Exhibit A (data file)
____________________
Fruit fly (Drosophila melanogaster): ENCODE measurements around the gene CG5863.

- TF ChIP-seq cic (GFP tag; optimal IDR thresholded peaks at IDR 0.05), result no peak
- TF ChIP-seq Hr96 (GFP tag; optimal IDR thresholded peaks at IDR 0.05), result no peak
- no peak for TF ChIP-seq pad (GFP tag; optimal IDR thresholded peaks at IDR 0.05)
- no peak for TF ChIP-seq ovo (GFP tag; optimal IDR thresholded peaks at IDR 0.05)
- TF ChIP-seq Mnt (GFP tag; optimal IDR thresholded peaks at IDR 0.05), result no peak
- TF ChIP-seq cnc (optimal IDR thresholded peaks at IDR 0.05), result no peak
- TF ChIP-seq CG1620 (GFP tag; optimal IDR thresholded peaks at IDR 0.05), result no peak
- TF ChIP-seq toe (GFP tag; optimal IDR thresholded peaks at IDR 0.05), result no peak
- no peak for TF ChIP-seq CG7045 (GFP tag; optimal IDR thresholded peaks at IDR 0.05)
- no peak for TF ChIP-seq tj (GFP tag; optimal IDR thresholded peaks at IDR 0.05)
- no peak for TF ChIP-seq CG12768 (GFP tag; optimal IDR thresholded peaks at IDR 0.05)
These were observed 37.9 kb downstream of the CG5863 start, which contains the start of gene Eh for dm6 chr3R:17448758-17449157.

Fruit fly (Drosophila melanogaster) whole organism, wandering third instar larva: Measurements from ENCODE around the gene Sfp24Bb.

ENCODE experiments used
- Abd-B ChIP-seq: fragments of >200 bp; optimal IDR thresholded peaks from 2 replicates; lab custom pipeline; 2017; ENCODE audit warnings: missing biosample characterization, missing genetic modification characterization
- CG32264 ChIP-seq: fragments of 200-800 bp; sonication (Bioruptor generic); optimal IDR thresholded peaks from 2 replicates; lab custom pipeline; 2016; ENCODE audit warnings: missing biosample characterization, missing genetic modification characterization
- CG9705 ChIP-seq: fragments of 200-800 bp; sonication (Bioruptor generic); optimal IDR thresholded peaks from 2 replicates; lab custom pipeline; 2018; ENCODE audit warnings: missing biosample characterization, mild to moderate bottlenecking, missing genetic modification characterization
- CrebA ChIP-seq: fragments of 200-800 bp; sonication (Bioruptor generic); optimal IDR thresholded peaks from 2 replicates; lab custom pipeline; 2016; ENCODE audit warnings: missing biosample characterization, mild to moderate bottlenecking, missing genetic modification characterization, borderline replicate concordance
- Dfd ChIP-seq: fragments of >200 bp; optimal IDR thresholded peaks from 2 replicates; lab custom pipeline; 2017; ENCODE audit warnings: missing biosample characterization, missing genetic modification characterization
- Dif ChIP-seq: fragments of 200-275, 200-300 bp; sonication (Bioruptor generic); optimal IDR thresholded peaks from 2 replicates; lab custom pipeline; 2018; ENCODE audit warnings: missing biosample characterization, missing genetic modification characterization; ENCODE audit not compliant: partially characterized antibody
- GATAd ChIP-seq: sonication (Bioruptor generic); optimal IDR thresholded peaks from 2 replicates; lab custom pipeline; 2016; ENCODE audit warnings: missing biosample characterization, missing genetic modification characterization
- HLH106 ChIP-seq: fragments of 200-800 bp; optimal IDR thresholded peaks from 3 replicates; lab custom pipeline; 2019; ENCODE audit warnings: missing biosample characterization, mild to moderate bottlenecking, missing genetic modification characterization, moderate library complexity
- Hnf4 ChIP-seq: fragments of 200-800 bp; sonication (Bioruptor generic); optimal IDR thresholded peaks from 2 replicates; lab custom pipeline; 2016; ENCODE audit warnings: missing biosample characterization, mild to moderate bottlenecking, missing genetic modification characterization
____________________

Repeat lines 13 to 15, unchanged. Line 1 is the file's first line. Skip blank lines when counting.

These were observed 37.9 kb downstream of the CG5863 start, which contains the start of gene Eh for dm6 chr3R:17448758-17449157.

Fruit fly (Drosophila melanogaster) whole organism, wandering third instar larva: Measurements from ENCODE around the gene Sfp24Bb.

ENCODE experiments used